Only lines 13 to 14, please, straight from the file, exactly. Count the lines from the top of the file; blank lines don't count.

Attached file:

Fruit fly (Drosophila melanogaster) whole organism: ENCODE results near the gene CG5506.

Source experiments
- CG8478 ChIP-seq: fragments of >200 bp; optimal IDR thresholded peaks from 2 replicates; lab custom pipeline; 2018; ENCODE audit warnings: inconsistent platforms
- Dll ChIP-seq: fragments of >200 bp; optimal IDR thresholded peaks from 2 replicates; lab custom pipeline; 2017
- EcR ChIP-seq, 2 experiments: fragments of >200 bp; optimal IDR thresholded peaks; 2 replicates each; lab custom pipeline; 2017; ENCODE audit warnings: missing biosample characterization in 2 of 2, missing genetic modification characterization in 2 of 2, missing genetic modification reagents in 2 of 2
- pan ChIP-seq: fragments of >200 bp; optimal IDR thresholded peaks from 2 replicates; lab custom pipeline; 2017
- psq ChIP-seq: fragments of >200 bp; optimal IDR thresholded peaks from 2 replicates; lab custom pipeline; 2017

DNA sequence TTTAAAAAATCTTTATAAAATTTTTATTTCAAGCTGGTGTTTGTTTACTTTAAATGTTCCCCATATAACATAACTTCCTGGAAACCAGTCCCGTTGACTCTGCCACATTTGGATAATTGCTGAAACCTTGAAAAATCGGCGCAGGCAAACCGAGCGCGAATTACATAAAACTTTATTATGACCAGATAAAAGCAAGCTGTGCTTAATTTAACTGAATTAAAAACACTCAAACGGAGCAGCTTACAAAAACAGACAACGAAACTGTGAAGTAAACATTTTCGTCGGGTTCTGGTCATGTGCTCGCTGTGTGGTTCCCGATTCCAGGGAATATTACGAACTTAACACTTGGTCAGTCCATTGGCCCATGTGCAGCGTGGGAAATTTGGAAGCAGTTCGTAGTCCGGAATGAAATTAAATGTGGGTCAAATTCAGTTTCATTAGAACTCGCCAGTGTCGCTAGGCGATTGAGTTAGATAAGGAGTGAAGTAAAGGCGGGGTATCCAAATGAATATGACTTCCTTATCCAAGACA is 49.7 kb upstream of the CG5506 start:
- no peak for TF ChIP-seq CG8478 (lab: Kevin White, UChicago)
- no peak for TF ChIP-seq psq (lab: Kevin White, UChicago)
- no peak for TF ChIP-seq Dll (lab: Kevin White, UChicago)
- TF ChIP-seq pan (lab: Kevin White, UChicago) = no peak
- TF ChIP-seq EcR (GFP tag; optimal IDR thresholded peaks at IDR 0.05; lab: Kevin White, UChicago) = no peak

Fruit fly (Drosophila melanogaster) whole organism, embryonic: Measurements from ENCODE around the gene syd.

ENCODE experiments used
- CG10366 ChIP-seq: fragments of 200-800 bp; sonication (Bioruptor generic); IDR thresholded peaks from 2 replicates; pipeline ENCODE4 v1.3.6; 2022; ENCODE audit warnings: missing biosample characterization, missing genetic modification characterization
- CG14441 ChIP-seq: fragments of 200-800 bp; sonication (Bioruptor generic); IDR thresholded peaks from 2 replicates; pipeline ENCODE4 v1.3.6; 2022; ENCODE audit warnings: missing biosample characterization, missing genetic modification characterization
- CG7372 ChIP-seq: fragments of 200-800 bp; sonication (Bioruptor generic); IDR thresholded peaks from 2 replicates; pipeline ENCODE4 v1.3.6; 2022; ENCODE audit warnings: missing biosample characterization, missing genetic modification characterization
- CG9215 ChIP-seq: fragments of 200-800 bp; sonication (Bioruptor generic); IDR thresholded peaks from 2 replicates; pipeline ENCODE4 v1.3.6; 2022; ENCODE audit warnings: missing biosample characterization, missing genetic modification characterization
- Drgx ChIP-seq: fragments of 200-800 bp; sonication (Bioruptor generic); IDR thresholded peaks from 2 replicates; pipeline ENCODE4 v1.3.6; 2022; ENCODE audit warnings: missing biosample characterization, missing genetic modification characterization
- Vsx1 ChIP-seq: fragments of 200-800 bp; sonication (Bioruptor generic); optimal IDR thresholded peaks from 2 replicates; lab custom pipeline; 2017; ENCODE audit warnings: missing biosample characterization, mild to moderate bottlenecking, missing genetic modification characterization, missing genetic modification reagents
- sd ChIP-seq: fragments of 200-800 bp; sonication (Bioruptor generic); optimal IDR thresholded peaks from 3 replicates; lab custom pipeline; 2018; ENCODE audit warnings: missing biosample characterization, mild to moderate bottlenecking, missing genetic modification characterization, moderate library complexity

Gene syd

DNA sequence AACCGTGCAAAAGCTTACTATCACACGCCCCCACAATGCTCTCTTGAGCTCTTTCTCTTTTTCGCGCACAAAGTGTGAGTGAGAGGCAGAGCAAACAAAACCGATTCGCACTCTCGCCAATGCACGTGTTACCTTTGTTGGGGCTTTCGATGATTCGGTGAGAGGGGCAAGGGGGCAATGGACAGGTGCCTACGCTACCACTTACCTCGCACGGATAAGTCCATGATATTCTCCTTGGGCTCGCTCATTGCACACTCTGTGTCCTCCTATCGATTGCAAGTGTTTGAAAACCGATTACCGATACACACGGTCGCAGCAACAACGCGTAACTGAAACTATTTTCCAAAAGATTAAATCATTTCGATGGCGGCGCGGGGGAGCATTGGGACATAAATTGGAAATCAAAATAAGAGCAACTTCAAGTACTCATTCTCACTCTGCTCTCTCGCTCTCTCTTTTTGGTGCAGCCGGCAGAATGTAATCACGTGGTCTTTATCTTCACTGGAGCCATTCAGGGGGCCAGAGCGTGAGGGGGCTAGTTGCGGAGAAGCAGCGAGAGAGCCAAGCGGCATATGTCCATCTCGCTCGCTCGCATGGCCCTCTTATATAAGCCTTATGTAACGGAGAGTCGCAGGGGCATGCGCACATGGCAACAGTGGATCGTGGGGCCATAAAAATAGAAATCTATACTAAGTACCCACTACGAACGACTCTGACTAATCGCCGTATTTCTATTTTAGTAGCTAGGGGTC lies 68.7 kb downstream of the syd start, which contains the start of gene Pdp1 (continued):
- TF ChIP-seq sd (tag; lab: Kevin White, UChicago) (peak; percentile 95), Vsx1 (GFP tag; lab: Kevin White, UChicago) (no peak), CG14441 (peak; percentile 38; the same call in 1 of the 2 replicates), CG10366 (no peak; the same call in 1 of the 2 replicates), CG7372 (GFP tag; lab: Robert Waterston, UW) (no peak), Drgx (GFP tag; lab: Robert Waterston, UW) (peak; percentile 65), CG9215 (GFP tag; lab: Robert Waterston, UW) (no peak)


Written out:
- TF ChIP-seq EcR (GFP tag; optimal IDR thresholded peaks at IDR 0.05; lab: Kevin White, UChicago) = no peak

Fruit fly (Drosophila melanogaster) whole organism, embryonic: Measurements from ENCODE around the gene syd.